This morning reports are coming in Motorola have issued invites to their official launch event entitled Moto Launch Experience. It is highly expected the Moto 360′s official release will be announced at the event which will be held in Chicago on September 4th.

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Motorola’s ‘Shamu’ the rumored Nexus 6 surfaces

Filed under
Android
Google

A couple of weeks ago we reported rumors were circulating that Motorola was building the next Nexus (6). Now we can add a little more speculation to the Nexus rumor mill for your enjoyment.

There has been wide speculation that a device ‘Codename Shamu’ is the Nexus 6 although this has not been confirmed by either Google or Motorola. However Shamu suddenly appeared on the GFX Benchmark Database fuelling suggesting that the Nexus is getting nearer and nearer.

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Open-Source Radeon 2D Performance Is Better With Ubuntu 14.10

While we're most often looking at the OpenGL 3D performance of the Linux graphics drivers, in the tests currently being done of Ubuntu 14.04 LTS vs. Ubuntu 14.10 are also a number of 2D graphics benchmarks. In the article today are our 2D benchmarks between Ubuntu 14.04.1 and Ubuntu 14.10 for various AMD Radeon graphics cards and it shows off significant performance improvements. Read more

Today in Techrights

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KDE With Theoretical Client-Side Decorations, Windows 10 Influence

KDE contributor and graphics designer Ken Vermette has penned an interesting series of KDE "What if..." articles where he talks about (and has some visual mock-ups) about what KDE might look like with client-side decorations along and separately if KDE were to use Windows 10 design components. Read more Also: What if… Plasma Used Launchers from Other Systems & Enviornments? (Part 1) What if… KDE Used Windows 10 Design Components?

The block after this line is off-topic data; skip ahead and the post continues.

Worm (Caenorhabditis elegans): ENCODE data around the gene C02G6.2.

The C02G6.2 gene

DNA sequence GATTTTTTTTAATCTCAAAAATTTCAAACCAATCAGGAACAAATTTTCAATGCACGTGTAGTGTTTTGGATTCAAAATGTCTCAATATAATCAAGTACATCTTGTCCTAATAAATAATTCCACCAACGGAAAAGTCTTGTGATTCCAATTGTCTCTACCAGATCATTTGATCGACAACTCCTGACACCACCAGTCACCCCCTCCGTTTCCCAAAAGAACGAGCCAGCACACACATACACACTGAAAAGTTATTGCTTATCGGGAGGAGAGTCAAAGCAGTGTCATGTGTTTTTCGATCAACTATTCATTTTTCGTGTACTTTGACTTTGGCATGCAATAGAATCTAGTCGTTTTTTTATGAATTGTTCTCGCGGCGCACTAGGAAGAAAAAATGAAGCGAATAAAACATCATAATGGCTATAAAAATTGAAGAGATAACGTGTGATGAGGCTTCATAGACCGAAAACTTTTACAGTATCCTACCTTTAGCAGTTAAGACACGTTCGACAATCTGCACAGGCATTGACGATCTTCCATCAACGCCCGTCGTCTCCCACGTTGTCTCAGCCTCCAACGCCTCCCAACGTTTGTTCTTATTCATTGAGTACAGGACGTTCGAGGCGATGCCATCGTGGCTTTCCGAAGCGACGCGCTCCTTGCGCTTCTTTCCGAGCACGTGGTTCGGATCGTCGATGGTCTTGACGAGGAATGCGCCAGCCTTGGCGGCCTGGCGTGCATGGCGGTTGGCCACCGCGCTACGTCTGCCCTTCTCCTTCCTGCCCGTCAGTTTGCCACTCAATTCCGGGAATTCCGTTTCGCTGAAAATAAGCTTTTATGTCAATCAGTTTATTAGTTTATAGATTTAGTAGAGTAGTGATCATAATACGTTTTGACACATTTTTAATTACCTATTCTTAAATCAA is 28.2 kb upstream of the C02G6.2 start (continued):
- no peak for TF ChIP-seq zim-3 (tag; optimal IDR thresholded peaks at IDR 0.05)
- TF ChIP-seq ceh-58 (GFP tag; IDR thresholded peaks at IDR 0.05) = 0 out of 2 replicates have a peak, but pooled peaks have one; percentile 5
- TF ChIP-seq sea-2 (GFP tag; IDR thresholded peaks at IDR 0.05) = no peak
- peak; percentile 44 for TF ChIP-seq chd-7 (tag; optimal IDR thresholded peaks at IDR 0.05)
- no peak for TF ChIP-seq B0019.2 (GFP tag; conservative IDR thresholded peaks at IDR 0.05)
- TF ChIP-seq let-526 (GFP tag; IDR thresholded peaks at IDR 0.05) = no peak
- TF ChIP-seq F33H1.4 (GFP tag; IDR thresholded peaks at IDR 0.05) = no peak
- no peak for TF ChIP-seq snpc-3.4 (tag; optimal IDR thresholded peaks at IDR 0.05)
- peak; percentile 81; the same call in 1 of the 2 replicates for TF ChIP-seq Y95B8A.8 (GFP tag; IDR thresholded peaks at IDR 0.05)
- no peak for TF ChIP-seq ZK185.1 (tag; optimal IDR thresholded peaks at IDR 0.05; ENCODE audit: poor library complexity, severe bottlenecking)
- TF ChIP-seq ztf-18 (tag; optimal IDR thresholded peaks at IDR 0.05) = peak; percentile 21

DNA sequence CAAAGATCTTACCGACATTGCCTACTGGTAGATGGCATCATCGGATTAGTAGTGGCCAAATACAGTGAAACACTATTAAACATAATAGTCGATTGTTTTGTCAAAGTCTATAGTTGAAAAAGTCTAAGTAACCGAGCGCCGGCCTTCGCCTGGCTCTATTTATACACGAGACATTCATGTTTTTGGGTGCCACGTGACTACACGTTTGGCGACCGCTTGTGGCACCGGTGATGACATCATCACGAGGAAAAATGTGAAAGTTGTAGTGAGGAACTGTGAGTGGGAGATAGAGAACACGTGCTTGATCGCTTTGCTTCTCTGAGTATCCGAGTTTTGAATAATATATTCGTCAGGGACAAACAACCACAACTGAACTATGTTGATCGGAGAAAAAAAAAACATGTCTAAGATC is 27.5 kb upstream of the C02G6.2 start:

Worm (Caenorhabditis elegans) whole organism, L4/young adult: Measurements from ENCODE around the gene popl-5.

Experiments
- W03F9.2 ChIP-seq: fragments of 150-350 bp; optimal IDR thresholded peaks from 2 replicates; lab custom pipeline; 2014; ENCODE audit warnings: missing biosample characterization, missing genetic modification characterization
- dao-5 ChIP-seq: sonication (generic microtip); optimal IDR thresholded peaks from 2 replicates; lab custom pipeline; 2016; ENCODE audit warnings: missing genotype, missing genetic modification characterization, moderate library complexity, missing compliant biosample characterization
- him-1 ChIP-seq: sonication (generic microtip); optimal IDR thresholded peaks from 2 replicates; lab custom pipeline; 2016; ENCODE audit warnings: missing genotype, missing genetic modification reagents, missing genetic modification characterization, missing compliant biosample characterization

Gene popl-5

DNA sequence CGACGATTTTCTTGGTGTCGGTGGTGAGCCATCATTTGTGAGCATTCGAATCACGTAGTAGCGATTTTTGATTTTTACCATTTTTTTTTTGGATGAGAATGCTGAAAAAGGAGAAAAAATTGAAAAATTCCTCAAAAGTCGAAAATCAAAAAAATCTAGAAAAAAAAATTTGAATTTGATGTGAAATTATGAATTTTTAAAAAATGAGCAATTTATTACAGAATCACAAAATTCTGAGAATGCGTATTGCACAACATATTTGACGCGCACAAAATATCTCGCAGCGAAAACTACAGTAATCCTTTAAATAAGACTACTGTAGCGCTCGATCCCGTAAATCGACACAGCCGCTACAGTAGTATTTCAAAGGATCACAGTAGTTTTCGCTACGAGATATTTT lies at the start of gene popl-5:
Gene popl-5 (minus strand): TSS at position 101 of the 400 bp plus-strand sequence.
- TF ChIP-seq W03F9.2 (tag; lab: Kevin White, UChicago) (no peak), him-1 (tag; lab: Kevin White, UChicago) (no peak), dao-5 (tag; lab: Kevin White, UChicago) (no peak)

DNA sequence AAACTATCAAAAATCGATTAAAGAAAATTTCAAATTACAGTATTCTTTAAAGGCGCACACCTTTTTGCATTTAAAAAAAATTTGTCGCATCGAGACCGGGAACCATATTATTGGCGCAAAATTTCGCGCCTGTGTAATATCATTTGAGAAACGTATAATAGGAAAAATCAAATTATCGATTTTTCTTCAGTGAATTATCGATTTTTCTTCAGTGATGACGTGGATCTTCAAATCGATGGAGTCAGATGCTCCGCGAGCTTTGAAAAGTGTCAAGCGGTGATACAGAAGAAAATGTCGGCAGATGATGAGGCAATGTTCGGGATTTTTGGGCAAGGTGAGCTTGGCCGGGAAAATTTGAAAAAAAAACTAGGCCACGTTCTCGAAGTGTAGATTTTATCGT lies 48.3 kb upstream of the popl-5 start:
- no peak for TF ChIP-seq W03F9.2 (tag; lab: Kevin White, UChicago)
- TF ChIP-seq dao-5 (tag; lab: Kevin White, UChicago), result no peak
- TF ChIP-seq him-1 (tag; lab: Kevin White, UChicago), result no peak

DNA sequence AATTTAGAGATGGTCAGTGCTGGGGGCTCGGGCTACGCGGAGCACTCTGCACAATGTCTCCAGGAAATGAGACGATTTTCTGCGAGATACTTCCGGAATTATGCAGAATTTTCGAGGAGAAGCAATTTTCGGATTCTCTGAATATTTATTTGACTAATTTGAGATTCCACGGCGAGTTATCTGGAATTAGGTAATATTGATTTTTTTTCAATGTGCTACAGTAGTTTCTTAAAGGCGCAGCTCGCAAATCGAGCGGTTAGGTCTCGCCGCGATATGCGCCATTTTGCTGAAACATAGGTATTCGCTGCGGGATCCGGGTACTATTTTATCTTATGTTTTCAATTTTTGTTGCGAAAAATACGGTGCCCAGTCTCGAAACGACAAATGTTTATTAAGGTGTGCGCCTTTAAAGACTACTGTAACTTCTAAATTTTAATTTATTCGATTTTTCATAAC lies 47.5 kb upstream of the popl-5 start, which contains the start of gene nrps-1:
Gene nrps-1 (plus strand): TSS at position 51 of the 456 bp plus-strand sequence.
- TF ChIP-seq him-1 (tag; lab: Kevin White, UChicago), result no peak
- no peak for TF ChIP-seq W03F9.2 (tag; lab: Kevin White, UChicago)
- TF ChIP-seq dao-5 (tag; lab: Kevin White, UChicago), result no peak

Pondering FOSS foundations

In the case of the Document Foundation, the LibreOffice project needed an independent, solid and meritocratic entity dedicated to support it. In other terms, the OpenOffice.org community wanted to be its own boss and stop relying on corporate – or even third party – good will. If you attend the Community Track on the 31st you will be able to learn more about the Document Foundation and the other entities, but my message here is that while there is no silver bullet in these matters, forcing a community be hosted or to bend to a software vendor never works. It bends if it wants to; it goes whereever it wishes to go. In the case of the Document Foundation, independence and community rule prevailed over convenience; today the results do not need to be proven anymore. But it does not mean we hold the truth more than anybody else: we just ensured the community was in charge. Read more